ROCKFORD, Ill (WIFR) -- The land north of Salem Street became controversial when a historic preservation group, Save Piety Hill, filed an application to make it part of a historic district.
Piety Hill controversy
The land is owned by the Catholic Church and Diocese.
"We ask that the council recognize our right to use and own our property to exercise our First Amendment right, to express our religious beliefs and principals without government interference," says Patt Winn, Director of the Rockford Diocese and Catholic Charities.
The Diocese tore down the Chancery building, north of Salem Street, in June. Now, the advocacy group is concerned they will demolish St. Peter School.
"It's just a shame that we keep losing things," says Steve Schach, who grew up in the area and signed the petition. "We just have parking lots and empty land."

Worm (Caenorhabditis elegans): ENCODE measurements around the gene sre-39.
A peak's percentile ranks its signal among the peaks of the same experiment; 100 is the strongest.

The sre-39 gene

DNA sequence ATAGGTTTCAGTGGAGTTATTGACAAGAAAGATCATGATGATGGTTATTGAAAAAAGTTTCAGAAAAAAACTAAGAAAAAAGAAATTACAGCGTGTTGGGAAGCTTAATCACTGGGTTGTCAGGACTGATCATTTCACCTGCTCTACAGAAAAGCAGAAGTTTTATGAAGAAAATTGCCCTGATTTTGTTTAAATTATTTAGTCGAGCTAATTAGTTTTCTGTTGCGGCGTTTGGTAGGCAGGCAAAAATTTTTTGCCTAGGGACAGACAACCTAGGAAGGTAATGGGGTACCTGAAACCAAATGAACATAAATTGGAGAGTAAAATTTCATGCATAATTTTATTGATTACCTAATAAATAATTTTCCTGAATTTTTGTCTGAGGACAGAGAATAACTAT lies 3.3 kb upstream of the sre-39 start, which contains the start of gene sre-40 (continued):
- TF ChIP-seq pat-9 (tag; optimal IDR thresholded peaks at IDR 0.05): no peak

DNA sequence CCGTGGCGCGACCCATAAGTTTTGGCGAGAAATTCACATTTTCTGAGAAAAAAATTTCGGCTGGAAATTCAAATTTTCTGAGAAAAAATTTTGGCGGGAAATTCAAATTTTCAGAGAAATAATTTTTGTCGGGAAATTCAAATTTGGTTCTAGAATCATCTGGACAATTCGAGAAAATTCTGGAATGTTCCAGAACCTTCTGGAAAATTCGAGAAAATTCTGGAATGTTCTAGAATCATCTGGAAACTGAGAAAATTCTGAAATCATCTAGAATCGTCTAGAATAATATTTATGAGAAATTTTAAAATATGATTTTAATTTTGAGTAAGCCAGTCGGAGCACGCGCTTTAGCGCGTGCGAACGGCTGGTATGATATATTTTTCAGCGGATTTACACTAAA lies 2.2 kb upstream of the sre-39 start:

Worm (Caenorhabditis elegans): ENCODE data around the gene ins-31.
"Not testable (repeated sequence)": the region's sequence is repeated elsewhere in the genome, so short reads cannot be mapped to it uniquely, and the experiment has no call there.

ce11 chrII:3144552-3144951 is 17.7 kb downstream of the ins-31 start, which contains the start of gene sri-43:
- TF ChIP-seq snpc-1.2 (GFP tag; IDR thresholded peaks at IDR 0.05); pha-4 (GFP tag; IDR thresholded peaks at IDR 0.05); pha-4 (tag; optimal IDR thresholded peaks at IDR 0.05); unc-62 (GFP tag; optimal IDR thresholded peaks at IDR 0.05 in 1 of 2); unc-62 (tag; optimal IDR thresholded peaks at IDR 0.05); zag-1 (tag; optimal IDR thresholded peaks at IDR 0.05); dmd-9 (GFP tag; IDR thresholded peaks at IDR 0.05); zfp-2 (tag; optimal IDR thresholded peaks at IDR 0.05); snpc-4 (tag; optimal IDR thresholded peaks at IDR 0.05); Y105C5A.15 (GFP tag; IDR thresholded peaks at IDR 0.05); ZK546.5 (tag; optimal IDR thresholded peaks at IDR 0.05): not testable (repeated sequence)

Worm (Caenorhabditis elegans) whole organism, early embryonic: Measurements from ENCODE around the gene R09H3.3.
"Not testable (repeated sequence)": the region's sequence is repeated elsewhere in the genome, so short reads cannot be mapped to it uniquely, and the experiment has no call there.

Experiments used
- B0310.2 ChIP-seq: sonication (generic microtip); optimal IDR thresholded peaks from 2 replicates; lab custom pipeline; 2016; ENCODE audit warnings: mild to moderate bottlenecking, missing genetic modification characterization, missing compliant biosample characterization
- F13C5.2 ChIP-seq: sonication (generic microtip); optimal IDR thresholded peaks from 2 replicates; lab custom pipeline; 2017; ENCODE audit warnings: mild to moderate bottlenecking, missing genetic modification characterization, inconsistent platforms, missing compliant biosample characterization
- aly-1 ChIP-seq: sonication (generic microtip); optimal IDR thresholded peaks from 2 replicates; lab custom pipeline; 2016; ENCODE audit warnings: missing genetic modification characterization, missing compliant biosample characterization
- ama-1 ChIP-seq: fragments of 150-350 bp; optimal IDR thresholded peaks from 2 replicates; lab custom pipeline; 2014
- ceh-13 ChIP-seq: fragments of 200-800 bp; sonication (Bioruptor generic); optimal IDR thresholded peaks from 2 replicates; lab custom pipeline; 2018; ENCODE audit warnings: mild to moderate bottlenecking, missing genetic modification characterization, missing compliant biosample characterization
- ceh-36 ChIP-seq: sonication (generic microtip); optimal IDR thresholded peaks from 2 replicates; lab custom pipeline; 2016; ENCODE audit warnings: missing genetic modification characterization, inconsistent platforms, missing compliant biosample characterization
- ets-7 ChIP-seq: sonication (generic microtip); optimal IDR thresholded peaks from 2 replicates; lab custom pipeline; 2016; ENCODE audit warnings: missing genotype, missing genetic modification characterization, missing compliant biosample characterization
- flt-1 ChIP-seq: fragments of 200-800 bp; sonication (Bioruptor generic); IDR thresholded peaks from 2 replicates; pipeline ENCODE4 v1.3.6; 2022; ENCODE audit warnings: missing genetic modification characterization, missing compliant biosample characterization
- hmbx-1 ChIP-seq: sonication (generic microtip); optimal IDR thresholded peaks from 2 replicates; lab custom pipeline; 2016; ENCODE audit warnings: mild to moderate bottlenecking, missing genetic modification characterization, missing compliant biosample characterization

The Diocese stated they have not expressed intent to tear down the school.
Many expressed concern, believing that the Diocese is abandoning Rockford's west side. "They should have a little bit more appreciation of the neighborhood, and the people who live up there," says Schach.
Tuesday night, Save Piety Hill urged the community to pack City Council for the hearing. Historic experts explained the significance of the land and the buildings. They said under the proposed Piety Hill Historic District, two schools and nine homes would qualify.
The area south of Salem Street is already part of a nationally recognized historic district.
Lawyers for the Church expressed frustration with the application, and called on council members to deny it. They found alleged flaws in the application, including lack of necessary signatures.
Council members motioned to reconvene after they review legal matters discussed at the meeting.